The AV4.1, like QED boxes of 20 years ago, is a solution to a very real problem, far cheaper than replacing a whole component with a costlier processor just to gain more inputs. But it does what it should, and even features a neat remote control learning option which allows you to change sources via any remote control. It bodes well for the forthcoming Entech A/V products, a set of solutions which will have installers sighing deeply with relief.

And the DAC? Above all, the 205.2 sounds 'expensive'. I even tried it with over four grand's worth of Theta DaViD transport and it stood up well against the digital prowess of the Lexicon DC-1. At £489, the 205.2 is a little miracle. But if the 203.2 sacrifices none of the sound while relinquishing facilities, then the cheaper of the two rates as one of the Bargains of the Year.

Darn: If. In keeping with the predecessor's name, Monster had called this line 'Musical Magic' or 'Sonic Sorcery', we could've titled this review, 'Return of the Magi'...

SIDEBAR: Future Tense
If Entech does use Audio Alchemy as a role model, it's unlikely that a mere handful of DAC variants or video switchers will satisfy the Dream Team. To follow (with the proviso that Monster Cable reserves the right to change its plans) are:

Director AVDA1.4 Distribution Amplifier: This routes one video input and two channels of audio to all or none of four outputs. AVDA1.4 includes high-speed audio and video buffers for maximum retention of signal integrity.

Director SVI-1 S-Video Integrator: This integrates composite and S-Video into a single system, automatically detecting composite video to create an S-Video output and vice versa. A high-quality internal digital comb filter improves picture clarity, colour and sharpness.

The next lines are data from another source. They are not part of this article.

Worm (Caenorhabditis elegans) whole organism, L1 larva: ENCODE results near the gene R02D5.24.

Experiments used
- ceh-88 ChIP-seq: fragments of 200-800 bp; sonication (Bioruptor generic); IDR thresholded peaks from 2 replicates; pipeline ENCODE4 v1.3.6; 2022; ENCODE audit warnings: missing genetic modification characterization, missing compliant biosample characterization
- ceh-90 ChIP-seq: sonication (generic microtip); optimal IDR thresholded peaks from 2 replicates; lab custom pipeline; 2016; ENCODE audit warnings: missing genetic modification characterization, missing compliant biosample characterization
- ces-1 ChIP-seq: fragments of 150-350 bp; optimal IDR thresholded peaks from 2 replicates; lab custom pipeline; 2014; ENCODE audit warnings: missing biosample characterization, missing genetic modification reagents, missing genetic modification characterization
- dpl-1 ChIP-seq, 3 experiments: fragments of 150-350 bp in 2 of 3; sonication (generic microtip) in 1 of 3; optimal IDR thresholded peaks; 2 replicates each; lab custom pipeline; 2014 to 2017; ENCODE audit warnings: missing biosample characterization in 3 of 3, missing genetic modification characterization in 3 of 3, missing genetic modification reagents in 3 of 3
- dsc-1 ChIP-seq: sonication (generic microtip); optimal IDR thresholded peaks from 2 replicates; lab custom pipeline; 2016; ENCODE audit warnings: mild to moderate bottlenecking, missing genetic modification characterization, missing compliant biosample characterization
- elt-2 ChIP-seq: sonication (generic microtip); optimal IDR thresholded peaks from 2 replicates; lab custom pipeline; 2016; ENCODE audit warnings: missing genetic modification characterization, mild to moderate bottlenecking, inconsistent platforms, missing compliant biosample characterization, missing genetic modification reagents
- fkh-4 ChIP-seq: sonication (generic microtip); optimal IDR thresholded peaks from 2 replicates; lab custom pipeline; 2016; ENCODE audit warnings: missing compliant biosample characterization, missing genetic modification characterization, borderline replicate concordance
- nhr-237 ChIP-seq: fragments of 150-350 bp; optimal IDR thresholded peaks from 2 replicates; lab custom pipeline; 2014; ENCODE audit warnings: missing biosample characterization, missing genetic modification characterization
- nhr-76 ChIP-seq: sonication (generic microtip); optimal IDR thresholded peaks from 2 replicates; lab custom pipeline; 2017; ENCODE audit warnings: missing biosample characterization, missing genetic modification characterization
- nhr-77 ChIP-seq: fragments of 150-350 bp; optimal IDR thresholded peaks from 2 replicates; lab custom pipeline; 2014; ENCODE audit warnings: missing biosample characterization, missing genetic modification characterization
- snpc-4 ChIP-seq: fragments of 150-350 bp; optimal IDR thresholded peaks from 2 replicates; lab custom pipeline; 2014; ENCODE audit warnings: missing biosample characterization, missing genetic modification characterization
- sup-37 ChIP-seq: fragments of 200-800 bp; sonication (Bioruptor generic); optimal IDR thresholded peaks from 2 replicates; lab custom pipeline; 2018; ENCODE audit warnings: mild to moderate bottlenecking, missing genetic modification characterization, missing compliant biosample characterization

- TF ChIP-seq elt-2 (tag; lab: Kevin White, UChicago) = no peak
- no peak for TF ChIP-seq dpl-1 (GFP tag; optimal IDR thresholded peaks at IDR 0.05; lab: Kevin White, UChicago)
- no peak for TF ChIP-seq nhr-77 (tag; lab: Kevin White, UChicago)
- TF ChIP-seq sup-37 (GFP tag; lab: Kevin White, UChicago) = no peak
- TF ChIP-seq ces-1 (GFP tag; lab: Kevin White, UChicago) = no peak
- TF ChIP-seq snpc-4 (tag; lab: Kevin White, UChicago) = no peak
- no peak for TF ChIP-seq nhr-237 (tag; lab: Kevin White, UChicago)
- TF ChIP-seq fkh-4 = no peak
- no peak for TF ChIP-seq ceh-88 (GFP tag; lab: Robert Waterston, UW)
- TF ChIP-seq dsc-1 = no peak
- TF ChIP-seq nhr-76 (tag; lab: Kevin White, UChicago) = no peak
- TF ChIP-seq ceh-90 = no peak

Director CVI-1 Component Video Integrator: An upscale version of the SVI-1, this integrates composite, S-Video component video into a single system. The DCVI-1 converts component video to S-Video output, S-Video to component output or composite video to component output while maintaining optimum picture quality. Like the SVI-1, it includes a high quality internal digital comb filter.

Now, a caution: what Entech needs is to take note of Musical Fidelity's X-Series concept. Musical Fidelity developed the slick X-PSU to power up to four modules, doing away with a cluster of 'wall warts'. Entech customers will soon be clamouring for a similar device, housed in the same aluminium case and able to drive a trio or quartet of Entech modules.

Path Premier, Unit 2, Desborough Industrial Park, Desborough Park Road, High Wycombe, Bucks HP12 3BG. Tel 01494 441736; FAX 01494 461209